Lettere e ricordi

Adriana Grimaldi, Annie Addio, Caro Orco, Anna Palermo, Sellerio
2004 Saggio introduttivo a cura di Anna Folli. Milano: Feltrinelli (Le comete)   unpublished
Recensioni Rowland's seventh chapter ('A Forger's Reason: 1640) definitively unmasks Curzio for the forger that he was. Among the most amusing evidence to have gone unnoticed was that "the handwriting of Curzio Inghirami and Prospero of Fiesole were virtually identical" (109). The eighth and ninth chapters ('The Sublime Art' and 'Eppur si muove') redeem Curzio as they showcase (among other things) the brilliance of a man who was able to orchestrate such a ruse, and the very reliable evidence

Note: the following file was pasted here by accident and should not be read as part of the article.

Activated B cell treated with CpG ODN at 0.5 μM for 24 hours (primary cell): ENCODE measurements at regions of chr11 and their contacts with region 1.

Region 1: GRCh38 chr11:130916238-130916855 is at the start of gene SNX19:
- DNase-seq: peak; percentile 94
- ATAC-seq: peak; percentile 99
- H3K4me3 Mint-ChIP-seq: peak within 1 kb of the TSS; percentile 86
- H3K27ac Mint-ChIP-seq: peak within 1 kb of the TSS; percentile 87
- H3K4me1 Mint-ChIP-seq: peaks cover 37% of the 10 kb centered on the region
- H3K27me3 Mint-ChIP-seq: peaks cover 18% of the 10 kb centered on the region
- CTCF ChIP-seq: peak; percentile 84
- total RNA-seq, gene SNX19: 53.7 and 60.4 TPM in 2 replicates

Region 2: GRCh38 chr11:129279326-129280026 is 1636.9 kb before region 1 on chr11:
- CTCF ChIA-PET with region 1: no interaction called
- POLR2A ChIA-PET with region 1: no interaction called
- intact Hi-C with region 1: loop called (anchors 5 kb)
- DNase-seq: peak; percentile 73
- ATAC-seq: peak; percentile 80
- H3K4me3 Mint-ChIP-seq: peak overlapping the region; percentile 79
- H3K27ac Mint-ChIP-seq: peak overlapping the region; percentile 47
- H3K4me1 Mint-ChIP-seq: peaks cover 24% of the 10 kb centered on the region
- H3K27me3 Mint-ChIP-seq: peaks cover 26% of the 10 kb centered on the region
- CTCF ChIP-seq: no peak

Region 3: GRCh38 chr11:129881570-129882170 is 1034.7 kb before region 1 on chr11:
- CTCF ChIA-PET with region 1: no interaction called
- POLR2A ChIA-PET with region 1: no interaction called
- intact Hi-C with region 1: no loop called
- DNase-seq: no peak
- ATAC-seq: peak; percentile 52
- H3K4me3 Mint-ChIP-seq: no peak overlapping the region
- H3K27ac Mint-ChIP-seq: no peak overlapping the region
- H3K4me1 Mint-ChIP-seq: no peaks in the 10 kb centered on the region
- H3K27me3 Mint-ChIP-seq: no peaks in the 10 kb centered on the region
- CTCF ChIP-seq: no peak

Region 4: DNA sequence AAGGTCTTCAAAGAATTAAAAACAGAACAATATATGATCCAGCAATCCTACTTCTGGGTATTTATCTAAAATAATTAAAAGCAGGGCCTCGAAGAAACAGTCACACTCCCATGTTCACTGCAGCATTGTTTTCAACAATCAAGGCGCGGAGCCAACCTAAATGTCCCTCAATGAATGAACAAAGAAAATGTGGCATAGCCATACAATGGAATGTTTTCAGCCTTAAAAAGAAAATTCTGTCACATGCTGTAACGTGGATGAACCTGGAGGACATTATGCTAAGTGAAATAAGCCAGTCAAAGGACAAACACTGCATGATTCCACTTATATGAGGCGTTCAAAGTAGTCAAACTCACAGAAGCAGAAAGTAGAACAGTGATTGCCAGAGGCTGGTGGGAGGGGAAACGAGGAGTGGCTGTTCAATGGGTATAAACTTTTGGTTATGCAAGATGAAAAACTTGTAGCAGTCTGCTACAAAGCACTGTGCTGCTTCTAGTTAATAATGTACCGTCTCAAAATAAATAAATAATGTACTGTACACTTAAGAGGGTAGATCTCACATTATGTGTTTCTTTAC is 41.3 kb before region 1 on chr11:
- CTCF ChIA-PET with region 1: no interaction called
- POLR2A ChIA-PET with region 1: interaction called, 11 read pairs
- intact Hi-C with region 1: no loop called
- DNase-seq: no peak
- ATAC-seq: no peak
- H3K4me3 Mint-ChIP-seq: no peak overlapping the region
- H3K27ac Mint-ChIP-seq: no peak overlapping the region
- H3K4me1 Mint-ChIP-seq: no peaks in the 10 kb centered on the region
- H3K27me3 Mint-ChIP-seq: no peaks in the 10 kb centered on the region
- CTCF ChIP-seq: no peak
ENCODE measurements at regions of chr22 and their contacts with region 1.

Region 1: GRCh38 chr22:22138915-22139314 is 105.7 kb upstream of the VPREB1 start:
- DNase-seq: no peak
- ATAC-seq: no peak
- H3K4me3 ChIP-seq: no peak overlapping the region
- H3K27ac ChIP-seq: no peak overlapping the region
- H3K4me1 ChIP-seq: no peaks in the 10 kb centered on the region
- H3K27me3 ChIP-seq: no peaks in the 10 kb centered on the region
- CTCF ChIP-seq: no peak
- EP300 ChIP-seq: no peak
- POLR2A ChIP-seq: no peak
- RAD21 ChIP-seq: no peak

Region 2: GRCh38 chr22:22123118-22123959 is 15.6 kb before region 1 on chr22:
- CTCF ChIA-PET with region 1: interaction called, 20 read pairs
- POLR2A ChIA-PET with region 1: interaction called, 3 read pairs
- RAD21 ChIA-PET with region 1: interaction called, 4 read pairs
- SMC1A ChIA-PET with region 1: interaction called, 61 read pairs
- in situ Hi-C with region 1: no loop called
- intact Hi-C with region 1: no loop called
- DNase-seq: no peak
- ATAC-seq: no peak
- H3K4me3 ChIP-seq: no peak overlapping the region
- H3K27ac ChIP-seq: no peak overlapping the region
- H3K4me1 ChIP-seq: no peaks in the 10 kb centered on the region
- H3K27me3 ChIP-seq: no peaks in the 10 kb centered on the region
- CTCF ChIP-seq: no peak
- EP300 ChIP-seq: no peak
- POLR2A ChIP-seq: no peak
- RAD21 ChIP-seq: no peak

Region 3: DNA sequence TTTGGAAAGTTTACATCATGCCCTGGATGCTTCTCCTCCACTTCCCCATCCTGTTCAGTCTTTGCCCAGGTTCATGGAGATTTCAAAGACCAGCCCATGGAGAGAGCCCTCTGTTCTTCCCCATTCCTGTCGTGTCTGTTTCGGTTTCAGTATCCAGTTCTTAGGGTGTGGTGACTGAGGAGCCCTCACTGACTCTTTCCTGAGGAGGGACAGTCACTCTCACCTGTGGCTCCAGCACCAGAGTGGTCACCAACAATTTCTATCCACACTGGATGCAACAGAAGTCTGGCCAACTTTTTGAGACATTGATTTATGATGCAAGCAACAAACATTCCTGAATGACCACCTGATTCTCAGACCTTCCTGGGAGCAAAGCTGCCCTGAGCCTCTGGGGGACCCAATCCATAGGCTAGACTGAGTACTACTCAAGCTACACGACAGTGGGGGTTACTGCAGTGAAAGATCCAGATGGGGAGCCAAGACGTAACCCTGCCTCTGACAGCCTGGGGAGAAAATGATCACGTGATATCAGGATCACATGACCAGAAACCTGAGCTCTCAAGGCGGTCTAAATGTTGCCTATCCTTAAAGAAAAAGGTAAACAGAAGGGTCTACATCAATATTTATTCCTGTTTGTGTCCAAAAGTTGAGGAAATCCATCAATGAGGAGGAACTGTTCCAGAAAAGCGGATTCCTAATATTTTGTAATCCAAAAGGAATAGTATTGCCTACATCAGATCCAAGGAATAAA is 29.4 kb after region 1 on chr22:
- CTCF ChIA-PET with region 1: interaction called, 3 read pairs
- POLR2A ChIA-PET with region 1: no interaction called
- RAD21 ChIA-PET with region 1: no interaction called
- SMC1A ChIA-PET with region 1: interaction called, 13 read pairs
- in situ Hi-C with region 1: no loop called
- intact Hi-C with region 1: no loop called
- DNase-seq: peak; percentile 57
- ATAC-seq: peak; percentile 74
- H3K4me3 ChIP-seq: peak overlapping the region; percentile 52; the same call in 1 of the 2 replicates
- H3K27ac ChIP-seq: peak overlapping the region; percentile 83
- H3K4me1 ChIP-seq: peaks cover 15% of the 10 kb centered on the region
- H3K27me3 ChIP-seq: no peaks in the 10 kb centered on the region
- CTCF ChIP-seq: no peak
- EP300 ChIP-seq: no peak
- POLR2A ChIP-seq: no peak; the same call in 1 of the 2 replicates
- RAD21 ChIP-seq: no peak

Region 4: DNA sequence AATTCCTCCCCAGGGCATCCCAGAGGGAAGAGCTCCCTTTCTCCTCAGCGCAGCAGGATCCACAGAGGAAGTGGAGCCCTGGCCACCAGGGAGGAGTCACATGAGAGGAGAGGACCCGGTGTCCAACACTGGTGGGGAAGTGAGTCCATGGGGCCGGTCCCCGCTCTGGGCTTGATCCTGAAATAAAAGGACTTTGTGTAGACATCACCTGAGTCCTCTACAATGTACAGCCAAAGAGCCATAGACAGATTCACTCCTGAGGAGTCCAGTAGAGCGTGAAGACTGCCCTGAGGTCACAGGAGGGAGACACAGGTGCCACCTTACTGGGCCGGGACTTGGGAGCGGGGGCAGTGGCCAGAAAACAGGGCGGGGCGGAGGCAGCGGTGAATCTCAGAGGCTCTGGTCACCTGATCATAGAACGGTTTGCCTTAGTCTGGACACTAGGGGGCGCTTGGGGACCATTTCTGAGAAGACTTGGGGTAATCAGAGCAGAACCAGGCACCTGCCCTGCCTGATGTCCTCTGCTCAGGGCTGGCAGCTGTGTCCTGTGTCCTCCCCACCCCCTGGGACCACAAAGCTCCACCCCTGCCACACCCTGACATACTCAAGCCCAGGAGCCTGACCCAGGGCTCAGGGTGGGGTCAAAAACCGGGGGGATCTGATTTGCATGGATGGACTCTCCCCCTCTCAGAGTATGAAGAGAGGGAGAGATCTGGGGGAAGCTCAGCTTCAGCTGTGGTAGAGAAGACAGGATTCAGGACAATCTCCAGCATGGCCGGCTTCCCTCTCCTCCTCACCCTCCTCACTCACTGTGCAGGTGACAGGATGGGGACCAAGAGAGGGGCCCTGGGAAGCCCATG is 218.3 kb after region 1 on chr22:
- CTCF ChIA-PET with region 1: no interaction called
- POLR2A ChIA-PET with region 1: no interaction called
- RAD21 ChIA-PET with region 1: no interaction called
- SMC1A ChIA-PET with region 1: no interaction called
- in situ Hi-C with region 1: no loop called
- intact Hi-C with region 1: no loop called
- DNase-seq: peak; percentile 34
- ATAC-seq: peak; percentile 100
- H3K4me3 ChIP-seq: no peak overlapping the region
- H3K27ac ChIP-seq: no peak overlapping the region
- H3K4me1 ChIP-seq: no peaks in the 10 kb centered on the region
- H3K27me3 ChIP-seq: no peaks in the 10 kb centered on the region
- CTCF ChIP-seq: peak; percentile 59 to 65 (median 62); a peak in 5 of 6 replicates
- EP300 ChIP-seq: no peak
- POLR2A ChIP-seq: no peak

more » ... eliable evidence that now exists which indicates that "Scornello's impressive hill... is both a likely place for significant architectural remains and a place where architectural remains of some sort evidently existed,..." (pg. 142) The Scarith of Scornello reads like an encyclopedia of Curzio's time. Using the scarith as a type of narratological springboard allows Rowland to provide the historical background necessary in order to appreciate the full extent of the hoax. She does so very adeptly, with a careful anchor to the narrative, never straying too far in order to contextualize the facts. The result is that not only does Curzio's story come to life, but the world in which these events unfold, does so as well.